Before Sunset is at once a lesson in restraint and in baring it all. The two do not share a kiss, yet it is a movie bursting with desire. In their long conversation, Jesse purposely avoids the topic of his wife and child, and Celine even forgets about the man she says she’s in love with. Sunset begins with surface-level conversation that quickly delves into more serious topics. The familiarity from their encounter years ago allows these walls to slowly but surely weaken as time ticks on. Celine, more foul-mouthed at 32 than at 23, wiggles her fingers and tells Jesse to say stop. He does, and she raises her middle finger at him. It’s a surprise that is cheekily brushed over with a quick half-embrace. When it happens a second time, after they’ve laid all their cards on the table, it feels like they are no longer only teasing each other, but time itself is teasing them both. Despite being older and more confident in who they are and what they want, the clock is still ticking as the sun sinks lower in the August sky.

This mystical reunion is confirmation that their time dwelling on the past wasn’t for nothing. They also come to confess that they are sure now that this reunion wasn’t a happenstance, like their initial meeting. Jesse wrote his book with hopes of not just remembering that night forever, but to put it out into the world for Celine to see. And she did; she read the book twice, seeing herself through his eyes, and found out about his book tour stop at her favorite bookshop. Neither initially admits how much they felt, and feel, for each other, but it is obvious in their longing words and body language.

They find escape and chemistry in each other, and want desperately to be in love with life and with a passionate partner. “Desire is the fuel of life,” they agree early on. Their confessions culminate in an emotional, extended car ride back to Celine’s apartment. Jesse says he is wired to be dissatisfied, searching for issues and struggling to reconcile the man he thinks he should be with the man he knows he is: someone who enjoys the chemistry and the chase, but not the commitment. Meanwhile, he praises Celine for being connected to the world through her environmental activism, but she puts up walls to prevent further damage, feeling irrevocably changed and more cynical after their night together all those years before.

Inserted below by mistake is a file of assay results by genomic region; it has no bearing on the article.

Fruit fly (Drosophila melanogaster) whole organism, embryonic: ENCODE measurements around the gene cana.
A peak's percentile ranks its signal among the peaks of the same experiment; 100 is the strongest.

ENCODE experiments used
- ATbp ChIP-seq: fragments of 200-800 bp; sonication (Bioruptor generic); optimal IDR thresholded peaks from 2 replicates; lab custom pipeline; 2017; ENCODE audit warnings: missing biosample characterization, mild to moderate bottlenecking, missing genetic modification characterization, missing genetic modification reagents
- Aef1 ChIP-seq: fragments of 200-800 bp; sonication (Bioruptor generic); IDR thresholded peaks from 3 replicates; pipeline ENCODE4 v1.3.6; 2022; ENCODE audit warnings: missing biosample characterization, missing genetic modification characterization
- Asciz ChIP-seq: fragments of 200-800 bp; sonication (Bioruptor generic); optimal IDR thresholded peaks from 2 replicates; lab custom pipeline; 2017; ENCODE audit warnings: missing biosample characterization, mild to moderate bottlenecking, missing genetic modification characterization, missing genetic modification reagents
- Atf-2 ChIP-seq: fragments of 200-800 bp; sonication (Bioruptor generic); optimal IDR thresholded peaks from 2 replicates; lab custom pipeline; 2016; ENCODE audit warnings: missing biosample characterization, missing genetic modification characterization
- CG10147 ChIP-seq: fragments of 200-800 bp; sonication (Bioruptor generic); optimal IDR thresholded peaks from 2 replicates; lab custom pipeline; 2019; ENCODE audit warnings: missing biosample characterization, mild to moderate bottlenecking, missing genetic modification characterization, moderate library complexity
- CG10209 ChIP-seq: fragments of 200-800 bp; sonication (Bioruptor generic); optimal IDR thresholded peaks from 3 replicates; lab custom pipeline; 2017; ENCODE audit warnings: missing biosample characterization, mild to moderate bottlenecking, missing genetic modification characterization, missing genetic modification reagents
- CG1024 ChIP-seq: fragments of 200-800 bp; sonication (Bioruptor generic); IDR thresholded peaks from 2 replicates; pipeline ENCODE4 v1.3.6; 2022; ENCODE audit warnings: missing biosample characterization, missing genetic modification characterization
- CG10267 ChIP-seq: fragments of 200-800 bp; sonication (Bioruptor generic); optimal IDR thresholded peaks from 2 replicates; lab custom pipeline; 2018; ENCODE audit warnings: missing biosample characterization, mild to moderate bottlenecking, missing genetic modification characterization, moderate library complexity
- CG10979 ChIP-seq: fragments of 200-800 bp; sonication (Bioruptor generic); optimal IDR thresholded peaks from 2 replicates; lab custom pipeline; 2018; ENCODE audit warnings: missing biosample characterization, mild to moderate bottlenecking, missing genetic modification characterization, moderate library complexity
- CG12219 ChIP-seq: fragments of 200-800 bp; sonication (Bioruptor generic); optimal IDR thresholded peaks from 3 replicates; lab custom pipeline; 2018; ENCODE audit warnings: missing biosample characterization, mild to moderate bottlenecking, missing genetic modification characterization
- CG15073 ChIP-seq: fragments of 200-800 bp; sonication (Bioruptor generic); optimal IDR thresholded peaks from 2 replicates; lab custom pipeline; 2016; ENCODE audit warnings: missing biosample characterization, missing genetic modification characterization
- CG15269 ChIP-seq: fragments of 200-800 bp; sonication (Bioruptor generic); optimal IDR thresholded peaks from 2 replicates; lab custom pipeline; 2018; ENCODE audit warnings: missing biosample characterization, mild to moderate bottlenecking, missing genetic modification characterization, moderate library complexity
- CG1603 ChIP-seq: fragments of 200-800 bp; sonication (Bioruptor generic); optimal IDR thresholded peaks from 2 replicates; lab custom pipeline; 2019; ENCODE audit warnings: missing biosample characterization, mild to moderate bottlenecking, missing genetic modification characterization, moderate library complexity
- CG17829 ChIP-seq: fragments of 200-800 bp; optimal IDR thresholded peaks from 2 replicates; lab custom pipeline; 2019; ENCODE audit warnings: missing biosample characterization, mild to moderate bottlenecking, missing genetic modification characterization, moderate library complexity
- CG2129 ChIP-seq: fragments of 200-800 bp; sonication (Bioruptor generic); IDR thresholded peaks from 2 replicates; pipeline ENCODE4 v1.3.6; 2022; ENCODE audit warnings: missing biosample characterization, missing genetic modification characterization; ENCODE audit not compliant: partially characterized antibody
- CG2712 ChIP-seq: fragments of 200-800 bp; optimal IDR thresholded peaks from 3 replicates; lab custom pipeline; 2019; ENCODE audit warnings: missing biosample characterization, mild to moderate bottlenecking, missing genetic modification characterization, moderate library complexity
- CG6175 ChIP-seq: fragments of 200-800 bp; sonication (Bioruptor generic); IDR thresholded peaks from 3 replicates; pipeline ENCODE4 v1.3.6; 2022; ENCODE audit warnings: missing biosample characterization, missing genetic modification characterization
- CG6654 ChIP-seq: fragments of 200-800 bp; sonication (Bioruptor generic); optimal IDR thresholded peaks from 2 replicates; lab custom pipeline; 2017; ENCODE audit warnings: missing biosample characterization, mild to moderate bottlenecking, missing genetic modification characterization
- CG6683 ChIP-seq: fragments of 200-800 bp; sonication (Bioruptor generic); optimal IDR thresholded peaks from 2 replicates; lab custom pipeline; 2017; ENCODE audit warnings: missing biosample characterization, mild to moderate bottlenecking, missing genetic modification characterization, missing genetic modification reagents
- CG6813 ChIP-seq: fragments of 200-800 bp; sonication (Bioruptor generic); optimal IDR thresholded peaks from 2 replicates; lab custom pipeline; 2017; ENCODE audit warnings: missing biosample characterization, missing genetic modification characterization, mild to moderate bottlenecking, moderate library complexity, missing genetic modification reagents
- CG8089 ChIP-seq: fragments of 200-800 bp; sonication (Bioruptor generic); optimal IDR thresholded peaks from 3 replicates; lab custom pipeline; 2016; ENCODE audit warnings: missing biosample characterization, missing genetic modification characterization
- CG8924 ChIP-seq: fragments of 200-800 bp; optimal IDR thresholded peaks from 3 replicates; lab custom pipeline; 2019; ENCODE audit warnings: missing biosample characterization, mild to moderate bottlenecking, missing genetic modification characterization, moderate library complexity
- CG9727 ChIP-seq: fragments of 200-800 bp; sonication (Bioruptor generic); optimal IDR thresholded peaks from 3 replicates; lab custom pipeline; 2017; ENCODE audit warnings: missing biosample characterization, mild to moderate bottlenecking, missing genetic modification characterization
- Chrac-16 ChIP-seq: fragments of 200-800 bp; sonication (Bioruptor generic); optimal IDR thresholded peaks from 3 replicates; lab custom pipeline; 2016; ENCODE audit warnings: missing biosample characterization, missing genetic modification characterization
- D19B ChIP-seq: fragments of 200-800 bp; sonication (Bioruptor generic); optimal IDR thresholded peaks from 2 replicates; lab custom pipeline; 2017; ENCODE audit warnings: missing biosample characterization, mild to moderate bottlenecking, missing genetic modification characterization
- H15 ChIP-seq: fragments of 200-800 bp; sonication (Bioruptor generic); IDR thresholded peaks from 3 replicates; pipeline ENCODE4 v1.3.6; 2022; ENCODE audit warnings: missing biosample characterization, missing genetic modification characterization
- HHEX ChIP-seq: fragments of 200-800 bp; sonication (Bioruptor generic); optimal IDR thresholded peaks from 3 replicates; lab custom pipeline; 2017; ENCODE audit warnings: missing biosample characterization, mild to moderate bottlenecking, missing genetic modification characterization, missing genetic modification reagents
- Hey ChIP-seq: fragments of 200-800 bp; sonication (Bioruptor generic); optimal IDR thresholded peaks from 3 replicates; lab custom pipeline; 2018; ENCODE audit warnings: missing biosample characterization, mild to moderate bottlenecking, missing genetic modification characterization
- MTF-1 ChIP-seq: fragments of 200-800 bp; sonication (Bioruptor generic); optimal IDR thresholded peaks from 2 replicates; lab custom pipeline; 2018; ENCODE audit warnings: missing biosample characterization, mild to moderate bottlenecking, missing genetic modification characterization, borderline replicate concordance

He tells her that she can’t avoid pain at the expense of engagement. But in a sense, that is what they are both doing. Jesse wears his heart on his sleeve, but he struggles to find a way to create a life where he can make his son happy when he and his wife don’t get along anymore. When they both fully admit to their shared misery, over what could have been in Vienna but was lost when they did not reunite, and the deep dissatisfaction with both of their love and sex lives, a final wall breaks down.

Early in Before Sunset, over coffee and a shared cigarette, Celine asks Jesse what his problems are. The light in his eyes grows as the film goes on and they both get closer and closer to embracing the melding of the past and present. He replies, honestly, “Right now, I don’t have any. I’m just damn happy to be here.”

In the longest silence of the film, Celine leads Jesse up to her apartment. On the winding stairway, they slowly walk, perhaps imagining what will take place when they’re alone together, privately, for the first time in forever. Neither wants this dream to end. He insists she play him a song she’s written, which turns out to be a waltz about their initial encounter. He lounges deeper into her couch as she dances to and imitates Nina Simone as “Just in Time” plays. (Lyrics include, “Now you’re here now I know just where I’m going / No more doubt or fear I’ve found my way / Your love came just in time you found me just in time / And changed my lonely nights that lucky day.”)

Both are, finally, blissfully, lost in the moment. For all of their beautifully written monologues philosophizing about whether or not people can change, what the responsibilities of a romantic partner are, whether men and women can fulfill each other in modern society, it is the closing lines that achieve the simple but sublime moment of presence. Acknowledgement of time passing, and joy in response.

“Baby, you are gonna miss that plane.”
Jesse leans back, light reflecting off the wedding ring he fiddles with, as he laughs.
“I know.”

Recommended for you: The Before Trilogy: How to Capture a Moment

Written by Kyra Lieberman